DEVELOPING A DIFFUSION STRATEGY: TAKING THE TECHNOLOGY TO THE MARKET PLACE
Developing a diffusion strategy involves a number of activities and many people. This section looks at each of these activities separately but in a real situation many of these activities may go on concurrently. Some people in the organisation will participate only at certain stages, while others will have continuing roles. Thus, the development and implementation of a diffusion strategy requires effective management.
A. Assess the Organisational Climate: An important factor related to successful diffusion is an organisational climate that supports diffusion and innovation objectives. To facilitate this it will be useful to list a set of organisational attitudes and objectives that can support the innovation and diffusion process. These objectives could include the need to orient to the future, for timely action, to anticipate changes, threats, and opportunities, and for all members of the organisation to play a role in launching an innovation. In addition to communicating these objectives throughout the organisation management must initiate programmes and practices that make these objectives a living force.
Studies of successful diffusion show that one of the most consistent features is the presence of dedicated people who persist in their efforts. Such people are called “technology champions” or “change agents”. How well an organisation nurtures such people and understands and supports the process is an important element of the organisational climate.
How management structures and controls the organisation has a profound impact on the diffusion process. There, has to be a balance between a centralised decision making structure and decentralised operations. The number of layers through which a new technology idea must be cleared before it can be implemented has a significant impact on the speed with which the diffusion can take place.
Leadership style also affects the diffusion strategy. If the style is authoritarian, dissenting voices may not be heard and assenting voices may be amplified. But the organisation can take quick action. If the style is too participatory, the action may be slow but major mistakes can be avoided. The ideal would be a leadership style that is clear and gives urgency a high priority.
B. Understand the role of “Technology Champion”: The change agent or technology champion must play a bridge role within and outside the organisation. Within the organisation the change agent should provide communications between the marketing and the R&D organisation. In market driven organisations, the main directions for technological innovation come from marketing. R&D’s reaction comes in the form of guidance on what is technically feasible and ideas from scientific circles.
A technology driven organisation offers a marked contrast, as R&D drives the stimulus and marketing officials must find applications. These efforts can help create new markets by applying technological breakthrough to largely unperceived needs. In India, technologies and products are mostly market driven while in industrialized countries markets are mostly technology driven.
When introducing a new technology to potential customers outside the organisation the change agent must explain the need for the technology: Demonstrations, films, or other techniques can help the customer to become aware of the need for the new technology. The change agent must show real interest in the user’s problems and prove it in his or her behaviour. Should the firm invest in a technology suitable for production of large volume of communication cables when the customer wants to produce a limited quantity of cables only? The change agent should be sensitive to the users’ needs and help the user to overcome problems he encounters.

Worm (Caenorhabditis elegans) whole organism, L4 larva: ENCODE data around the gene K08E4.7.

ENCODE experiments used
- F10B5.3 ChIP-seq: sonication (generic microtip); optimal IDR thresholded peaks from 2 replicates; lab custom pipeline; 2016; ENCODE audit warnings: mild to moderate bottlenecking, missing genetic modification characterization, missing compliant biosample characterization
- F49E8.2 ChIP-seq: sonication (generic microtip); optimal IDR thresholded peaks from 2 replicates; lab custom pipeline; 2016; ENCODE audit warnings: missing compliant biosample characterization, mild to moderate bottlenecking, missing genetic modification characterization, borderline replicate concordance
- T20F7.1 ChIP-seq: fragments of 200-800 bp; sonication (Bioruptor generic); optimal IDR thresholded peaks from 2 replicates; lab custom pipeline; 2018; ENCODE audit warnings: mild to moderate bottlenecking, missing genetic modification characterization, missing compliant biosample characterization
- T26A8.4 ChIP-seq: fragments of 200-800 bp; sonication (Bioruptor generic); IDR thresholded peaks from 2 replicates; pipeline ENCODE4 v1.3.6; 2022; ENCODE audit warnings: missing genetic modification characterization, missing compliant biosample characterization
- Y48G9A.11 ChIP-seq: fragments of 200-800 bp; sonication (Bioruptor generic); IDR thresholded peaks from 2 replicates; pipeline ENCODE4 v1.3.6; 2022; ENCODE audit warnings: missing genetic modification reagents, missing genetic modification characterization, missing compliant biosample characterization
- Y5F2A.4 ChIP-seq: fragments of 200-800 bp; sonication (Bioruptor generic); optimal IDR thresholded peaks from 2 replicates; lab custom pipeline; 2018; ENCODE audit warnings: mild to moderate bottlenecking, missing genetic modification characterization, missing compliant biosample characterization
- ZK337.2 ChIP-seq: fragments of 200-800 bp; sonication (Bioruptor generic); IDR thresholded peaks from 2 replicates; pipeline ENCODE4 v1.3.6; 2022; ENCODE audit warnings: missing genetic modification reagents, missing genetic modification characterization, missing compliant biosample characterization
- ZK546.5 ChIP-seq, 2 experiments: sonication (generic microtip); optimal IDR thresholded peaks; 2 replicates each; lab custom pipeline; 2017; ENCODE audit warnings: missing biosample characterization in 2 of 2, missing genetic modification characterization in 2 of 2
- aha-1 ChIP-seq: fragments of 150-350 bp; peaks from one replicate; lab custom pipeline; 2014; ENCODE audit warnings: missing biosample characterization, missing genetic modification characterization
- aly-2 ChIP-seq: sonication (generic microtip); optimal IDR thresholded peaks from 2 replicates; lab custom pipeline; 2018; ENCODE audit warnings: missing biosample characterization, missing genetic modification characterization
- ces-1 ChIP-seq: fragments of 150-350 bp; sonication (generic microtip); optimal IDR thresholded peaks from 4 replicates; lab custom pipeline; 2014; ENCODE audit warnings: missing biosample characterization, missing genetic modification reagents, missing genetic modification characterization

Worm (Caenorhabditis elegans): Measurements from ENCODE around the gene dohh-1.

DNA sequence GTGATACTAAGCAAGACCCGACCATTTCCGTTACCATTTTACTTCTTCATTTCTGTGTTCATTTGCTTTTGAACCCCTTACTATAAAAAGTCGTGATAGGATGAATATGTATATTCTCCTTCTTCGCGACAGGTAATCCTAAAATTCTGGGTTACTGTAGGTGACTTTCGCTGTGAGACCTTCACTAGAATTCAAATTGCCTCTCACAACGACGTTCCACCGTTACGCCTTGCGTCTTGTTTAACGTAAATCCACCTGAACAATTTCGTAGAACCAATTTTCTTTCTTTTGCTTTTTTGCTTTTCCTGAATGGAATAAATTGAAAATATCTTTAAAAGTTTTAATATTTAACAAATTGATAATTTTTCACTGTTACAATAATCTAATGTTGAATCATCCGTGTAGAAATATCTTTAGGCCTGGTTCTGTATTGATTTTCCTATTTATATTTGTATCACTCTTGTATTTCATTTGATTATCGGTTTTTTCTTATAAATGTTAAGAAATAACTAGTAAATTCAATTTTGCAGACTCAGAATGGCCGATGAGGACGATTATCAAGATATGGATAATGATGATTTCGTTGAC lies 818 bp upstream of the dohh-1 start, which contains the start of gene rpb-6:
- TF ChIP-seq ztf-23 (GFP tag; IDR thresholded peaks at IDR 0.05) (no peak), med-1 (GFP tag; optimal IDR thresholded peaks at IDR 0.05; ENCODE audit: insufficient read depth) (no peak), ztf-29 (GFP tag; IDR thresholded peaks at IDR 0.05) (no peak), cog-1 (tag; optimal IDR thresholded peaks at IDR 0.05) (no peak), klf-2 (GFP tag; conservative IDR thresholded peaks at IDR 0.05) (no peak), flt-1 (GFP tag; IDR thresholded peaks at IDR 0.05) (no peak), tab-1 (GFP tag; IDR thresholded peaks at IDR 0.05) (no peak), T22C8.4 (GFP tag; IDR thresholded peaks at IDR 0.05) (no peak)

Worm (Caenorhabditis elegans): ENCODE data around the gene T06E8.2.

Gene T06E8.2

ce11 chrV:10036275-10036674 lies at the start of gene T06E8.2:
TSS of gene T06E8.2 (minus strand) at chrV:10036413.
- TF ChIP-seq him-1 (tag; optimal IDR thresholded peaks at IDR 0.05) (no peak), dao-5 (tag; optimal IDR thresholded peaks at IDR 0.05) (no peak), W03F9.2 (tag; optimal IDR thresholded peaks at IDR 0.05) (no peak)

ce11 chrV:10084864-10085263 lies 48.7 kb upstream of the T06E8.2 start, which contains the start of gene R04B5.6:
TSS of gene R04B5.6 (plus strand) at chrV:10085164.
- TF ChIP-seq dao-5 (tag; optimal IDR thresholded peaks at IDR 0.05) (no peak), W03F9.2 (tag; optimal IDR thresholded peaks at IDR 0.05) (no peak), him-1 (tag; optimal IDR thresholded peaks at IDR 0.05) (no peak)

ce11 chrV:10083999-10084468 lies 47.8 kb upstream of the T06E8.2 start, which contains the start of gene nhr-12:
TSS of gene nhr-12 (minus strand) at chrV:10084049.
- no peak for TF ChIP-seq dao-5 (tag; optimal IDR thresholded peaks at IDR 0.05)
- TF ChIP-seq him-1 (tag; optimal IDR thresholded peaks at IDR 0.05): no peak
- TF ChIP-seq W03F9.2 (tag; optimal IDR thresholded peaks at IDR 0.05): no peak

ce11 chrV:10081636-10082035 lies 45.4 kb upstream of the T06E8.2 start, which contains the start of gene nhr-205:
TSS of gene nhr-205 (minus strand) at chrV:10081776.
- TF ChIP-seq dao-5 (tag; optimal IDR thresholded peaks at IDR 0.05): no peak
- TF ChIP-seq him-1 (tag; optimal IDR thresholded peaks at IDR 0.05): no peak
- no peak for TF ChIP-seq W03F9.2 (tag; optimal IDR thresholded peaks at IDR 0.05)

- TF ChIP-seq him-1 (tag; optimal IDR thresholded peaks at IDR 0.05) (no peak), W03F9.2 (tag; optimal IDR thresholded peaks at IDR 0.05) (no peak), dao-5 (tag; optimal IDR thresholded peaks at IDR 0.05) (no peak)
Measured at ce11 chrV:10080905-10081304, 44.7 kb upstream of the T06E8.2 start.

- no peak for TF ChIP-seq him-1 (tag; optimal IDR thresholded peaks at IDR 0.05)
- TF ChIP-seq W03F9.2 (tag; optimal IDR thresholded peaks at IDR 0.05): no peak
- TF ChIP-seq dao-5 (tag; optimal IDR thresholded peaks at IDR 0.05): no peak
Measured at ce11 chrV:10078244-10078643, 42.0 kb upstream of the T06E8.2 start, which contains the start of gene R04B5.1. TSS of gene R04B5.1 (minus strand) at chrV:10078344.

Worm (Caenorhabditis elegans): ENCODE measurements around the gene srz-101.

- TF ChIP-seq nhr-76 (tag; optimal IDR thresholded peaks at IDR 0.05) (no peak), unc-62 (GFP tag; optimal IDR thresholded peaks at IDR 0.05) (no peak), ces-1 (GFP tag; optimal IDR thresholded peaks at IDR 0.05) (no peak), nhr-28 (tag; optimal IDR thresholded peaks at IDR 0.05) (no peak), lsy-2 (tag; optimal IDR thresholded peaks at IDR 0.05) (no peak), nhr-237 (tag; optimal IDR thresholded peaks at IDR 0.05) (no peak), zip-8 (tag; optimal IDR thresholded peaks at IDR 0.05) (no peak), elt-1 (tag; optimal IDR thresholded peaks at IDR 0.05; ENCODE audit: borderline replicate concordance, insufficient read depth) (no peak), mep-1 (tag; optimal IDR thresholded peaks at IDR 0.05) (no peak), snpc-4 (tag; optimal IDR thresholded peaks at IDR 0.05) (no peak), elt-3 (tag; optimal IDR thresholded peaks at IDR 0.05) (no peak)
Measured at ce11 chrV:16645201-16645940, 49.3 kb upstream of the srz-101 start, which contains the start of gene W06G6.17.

C. Define the Profile of the Technological Innovation: Different types of technological innovation require different diffusion efforts. If the technology is new to both the market and the company, adopters of the technology have to be educated on its use. Diffusion efforts may have to overcome resistance to the complexity of the technology (as with fibre optics) or social or cultural barriers (birth control devices).
In contrast, if the technology is a modification or improvement of an existing technology (Example: energy saving process), diffusion efforts must stress the superior attributes of the new technology:
D. Use Opinion Leaders: An important part of the diffusion strategy is the identification of opinion leaders, assessment of their orientation (towards acceptance or rejection), assessment of their scope of influence, and development of ways to influence them. Such leaders influence opinions and actions in informal ways. They are people or institutions whose information and opinions are sought on subjects in which they are considered experts. They are technology gatekeepers and feel qualified to evaluate a technology and market gatekeepers who feel qualified to describe what people want to buy. Their influence is often extensive because they tend to have a large number of acquaintances and because they play the role of bringing people of related interests together. A good example is the position that various individuals and organisations took towards C-DOT’s switching technology.
Change agents must develop strategies for reinforcing those opinion leaders who favour the innovation and technologies and reducing the opposition of those who are negative. Assessing the ratio of positive to negative opinion leaders and their relative influence is also important.
E. Develop a Communication Strategy: Developing a communication strategy is one of the major tasks of the diffusion process. To achieve successful communication, the organisation must relate the innovation’s attributes to customer needs. If an analysis of the user’s situation and capabilities indicates that service may be a problem, then communications should describe how service will be provided. The change agency must show, through its communications, that it wants to be useful by meeting customer needs and that it is willing to learn from its customers. The company’s messages must also prove its reputation for reliability, honesty, and thoughtfulness in fact, what the company communicates about itself is almost as important as what it communicates about the innovation. For example, Motorola, a US based semiconductor and communication company which is trying to introduce cellular technology in India, considered elitist (in some quarters), has been advertising extensively in the media portraying it as a technology for development of rural India.
Communications: Two areas of communication are within the organisation -internal communication and with agencies outside the organisation -external communications.